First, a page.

GRM 2010 GRM 2011

Abstract Details

Family Name:
First Name:
Title of Paper:
Gulf Security Policy after the Arab Spring – Considering Changing Security Dynamics
Paper Proposal Text :
The protests and revolutions sweeping across the Arab world since 2011 have been a demonstration of the newly acquired confidence of the individual within the Arab world to express its thoughts and desires. What some started to call civil-society, is a phenomenon that might redefine the relationship of the individual towards its society, its state and the transnational sphere of the Arab umma. This article intends to develop a conceptual link between the changing nature of societal-state relations and the nature of security in the Gulf amid the ‘Arab Spring’. This conceptual framework will be applied to Qatar and Bahrain as two case studies for understanding the nature of security in the Gulf post-2011. With the individual increasingly empowered through transnational networks and media, the academic debate on security in the Gulf has to evolve from narrowly defining security from a realist point of view as national or state security. In order to be able to conceptualize the long-term effects of the individual’s empowerment on security in the Gulf, one has to redirect the conceptual focus to a more liberal understanding of security as individual security.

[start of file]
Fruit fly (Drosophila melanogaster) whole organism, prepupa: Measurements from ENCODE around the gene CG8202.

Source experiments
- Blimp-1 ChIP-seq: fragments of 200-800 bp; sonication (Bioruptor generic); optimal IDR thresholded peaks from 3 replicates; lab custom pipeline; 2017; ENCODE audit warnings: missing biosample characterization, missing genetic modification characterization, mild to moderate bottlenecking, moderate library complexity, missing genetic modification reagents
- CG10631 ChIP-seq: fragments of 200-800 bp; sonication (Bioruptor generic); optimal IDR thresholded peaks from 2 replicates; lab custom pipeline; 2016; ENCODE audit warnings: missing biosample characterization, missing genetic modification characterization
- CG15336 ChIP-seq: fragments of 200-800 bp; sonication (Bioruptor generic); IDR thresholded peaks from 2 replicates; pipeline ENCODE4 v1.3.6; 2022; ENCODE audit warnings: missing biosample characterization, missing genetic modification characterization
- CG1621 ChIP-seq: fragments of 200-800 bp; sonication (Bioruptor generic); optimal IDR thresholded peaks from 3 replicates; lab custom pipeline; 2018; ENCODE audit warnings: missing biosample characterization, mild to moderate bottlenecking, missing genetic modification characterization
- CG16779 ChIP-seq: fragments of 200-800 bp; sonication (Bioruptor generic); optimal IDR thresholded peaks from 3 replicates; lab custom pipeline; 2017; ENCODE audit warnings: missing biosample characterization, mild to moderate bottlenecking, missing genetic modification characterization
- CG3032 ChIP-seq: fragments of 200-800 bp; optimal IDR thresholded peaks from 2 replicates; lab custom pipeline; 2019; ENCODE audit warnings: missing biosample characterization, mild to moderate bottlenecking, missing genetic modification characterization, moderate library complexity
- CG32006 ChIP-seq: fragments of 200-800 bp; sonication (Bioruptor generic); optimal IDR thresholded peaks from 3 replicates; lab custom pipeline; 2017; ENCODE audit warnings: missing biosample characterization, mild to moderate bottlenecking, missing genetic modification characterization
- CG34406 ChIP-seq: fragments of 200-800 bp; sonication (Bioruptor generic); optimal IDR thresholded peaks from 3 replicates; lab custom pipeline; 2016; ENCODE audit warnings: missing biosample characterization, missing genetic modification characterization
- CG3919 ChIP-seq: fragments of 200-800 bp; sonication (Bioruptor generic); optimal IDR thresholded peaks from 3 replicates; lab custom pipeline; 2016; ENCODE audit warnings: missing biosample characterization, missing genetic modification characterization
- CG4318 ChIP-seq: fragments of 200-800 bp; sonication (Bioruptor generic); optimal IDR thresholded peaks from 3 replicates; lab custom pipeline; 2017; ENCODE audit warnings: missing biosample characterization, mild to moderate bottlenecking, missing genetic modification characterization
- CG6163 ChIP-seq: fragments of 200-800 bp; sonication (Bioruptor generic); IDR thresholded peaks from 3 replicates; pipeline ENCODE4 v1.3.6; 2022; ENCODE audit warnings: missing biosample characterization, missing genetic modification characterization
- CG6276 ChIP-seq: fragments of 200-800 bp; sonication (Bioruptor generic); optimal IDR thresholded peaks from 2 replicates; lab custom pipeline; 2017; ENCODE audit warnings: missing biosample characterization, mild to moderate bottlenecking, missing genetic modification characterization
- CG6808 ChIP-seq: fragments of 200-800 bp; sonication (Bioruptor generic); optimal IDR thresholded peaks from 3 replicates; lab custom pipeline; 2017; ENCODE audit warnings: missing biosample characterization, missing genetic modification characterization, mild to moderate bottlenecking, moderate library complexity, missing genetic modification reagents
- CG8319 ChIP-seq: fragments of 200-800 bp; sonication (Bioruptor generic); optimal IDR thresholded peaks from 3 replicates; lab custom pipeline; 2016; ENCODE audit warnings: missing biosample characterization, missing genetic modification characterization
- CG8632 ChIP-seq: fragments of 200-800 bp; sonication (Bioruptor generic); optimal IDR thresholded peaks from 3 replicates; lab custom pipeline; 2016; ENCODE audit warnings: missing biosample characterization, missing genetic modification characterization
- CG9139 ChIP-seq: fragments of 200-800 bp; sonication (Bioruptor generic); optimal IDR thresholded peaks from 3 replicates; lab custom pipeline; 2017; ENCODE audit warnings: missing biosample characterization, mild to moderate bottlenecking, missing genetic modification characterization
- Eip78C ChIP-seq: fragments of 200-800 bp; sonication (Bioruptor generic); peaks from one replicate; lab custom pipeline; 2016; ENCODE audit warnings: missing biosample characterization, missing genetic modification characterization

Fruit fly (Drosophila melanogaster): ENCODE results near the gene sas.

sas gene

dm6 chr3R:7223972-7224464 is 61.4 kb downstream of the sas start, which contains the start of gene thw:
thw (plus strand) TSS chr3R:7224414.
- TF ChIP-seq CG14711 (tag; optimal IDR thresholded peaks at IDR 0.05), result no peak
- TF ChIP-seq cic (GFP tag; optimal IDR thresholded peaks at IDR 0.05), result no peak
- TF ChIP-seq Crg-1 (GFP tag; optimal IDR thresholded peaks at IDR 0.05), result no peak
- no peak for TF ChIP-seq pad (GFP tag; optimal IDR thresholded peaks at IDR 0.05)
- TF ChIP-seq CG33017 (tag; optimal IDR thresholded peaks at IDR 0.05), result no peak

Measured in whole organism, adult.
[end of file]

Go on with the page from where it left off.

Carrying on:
In adopting a liberal normative approach to security, this article advances the argument that security in the Gulf post-2011 ought to be public rather than private in nature. That is to say, while security in the Gulf has traditionally been a private good provided for the benefit of the regime often at the expense of the public security of all individuals within a society, security after the ‘Arab Spring’ ought to be public in nature. Based on the premise that the individual in the Gulf, and the Arab world as a whole, more than ever feels entitled to public security, stability and regime security depend on the state being able to provide security as an inclusive public good. It follows, that when Gulf States fail to provide security, in terms of physical, social and economic security, inclusively as a public good, regime security appears to be threatened as well. Instead of looking at public and private regime security as a trade-off, this article argues that as a result of the ‘Arab Spring’, regime security increasingly depends on public security. The conceptual framework will be applied to both Qatar as arguably the most stable Gulf country, and Bahrain, as arguably the most unstable Gulf country, in an effort to determine to what extent both states are willing or able to provide security inclusively as a public good. Further, looking beyond the dichotomy of private and public security, this article will consider Qatar’s and Bahrain’s contribution to shaping security in the transnational sphere of the umma and its impact on public security at home.